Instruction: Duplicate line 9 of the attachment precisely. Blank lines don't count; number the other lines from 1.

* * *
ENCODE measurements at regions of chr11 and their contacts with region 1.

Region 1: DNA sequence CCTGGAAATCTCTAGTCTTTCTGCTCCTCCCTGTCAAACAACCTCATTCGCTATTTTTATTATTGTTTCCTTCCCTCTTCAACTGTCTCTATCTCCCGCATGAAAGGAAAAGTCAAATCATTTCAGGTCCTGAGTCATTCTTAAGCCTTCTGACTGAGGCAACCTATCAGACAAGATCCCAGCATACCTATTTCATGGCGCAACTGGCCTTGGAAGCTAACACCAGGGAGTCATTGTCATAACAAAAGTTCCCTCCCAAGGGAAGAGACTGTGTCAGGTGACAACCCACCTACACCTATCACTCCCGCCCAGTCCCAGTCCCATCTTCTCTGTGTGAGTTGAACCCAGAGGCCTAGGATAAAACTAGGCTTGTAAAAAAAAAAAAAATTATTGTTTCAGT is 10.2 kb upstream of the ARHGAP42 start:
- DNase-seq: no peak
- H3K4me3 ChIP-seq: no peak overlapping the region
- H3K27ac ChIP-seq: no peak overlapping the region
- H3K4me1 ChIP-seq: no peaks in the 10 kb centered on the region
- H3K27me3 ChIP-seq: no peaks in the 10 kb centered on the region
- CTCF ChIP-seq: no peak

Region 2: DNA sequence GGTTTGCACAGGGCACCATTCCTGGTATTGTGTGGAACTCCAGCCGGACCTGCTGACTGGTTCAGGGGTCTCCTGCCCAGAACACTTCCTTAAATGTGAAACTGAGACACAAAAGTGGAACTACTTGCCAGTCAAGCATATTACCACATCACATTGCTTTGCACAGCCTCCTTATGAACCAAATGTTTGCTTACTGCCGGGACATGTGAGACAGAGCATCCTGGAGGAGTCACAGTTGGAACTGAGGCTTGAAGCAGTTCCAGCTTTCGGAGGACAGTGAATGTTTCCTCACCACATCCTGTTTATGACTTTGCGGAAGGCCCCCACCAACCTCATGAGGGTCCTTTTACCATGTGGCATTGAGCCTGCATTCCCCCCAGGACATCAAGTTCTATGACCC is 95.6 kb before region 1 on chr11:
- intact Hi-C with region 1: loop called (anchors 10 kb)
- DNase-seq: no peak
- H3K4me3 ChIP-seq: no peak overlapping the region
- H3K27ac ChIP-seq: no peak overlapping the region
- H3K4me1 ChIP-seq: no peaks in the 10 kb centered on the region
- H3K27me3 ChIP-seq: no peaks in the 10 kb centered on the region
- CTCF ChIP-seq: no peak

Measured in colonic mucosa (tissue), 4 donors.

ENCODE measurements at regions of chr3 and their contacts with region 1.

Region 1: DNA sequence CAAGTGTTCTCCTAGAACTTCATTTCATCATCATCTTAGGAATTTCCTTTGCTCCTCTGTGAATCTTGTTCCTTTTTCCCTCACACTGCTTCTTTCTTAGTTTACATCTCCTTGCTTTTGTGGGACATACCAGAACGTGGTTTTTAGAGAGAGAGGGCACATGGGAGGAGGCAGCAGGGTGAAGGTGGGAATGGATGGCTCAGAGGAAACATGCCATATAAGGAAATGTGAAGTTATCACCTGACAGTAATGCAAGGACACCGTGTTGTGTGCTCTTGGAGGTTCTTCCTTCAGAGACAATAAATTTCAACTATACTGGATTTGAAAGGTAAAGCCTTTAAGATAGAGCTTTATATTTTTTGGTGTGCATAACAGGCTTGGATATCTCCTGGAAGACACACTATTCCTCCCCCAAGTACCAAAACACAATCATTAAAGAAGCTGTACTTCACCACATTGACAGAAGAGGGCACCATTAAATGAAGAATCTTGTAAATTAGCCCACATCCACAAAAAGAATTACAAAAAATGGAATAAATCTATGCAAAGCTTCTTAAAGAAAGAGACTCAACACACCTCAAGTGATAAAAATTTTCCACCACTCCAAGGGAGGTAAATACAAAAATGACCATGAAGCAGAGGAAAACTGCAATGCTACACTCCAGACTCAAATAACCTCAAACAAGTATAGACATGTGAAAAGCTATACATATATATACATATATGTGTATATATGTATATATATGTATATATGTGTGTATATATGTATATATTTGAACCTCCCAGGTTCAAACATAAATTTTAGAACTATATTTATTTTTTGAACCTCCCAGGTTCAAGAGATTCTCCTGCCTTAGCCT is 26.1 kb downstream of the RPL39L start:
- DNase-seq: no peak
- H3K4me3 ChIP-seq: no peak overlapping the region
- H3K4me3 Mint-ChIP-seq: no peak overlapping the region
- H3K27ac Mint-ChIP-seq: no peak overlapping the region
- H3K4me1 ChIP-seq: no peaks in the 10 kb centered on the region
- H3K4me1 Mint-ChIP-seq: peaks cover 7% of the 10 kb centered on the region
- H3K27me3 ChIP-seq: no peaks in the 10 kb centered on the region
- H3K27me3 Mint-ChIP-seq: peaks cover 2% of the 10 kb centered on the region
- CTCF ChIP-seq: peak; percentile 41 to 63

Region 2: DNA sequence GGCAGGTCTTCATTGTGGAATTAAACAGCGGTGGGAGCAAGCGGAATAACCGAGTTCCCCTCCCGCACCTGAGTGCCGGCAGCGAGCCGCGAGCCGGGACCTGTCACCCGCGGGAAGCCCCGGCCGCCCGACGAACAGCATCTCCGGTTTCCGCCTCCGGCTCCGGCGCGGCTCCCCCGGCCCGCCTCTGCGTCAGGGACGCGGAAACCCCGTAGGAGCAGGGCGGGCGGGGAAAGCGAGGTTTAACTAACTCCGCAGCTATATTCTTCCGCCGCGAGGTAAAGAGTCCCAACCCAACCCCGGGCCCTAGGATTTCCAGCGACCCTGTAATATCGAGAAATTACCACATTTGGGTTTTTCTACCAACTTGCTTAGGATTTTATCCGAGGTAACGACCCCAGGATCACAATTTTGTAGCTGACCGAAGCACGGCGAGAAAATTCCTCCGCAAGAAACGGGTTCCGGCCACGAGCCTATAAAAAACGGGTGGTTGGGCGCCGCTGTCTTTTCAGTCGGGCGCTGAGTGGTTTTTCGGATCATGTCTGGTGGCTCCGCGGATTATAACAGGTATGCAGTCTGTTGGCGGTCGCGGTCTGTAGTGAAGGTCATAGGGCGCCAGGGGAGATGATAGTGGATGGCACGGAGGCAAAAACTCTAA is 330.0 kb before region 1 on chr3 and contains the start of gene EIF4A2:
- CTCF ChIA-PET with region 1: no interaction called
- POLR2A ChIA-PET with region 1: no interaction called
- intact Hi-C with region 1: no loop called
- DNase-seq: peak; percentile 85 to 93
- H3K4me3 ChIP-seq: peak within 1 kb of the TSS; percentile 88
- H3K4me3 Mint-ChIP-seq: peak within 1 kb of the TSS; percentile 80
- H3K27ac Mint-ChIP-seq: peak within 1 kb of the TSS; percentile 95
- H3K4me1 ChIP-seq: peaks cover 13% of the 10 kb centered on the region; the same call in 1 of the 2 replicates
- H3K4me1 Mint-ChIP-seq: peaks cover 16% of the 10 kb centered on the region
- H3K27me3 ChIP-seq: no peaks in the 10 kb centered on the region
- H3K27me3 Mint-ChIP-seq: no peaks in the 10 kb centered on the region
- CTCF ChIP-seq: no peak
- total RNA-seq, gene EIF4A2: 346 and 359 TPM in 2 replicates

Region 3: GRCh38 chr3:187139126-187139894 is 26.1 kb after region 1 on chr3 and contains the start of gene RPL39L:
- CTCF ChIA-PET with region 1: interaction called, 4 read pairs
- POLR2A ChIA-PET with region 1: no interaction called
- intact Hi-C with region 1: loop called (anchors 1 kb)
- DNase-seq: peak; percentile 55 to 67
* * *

Region 2: DNA sequence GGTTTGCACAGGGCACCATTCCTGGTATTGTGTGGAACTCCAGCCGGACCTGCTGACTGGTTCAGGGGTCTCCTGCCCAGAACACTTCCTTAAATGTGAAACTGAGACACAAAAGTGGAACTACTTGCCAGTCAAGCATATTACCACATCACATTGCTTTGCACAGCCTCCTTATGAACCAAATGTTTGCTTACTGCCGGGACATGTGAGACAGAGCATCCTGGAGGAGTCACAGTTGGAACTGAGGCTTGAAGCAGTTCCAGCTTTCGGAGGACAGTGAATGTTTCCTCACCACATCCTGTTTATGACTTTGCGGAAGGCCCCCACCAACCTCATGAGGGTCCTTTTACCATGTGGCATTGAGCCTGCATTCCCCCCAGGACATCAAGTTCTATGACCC is 95.6 kb before region 1 on chr11: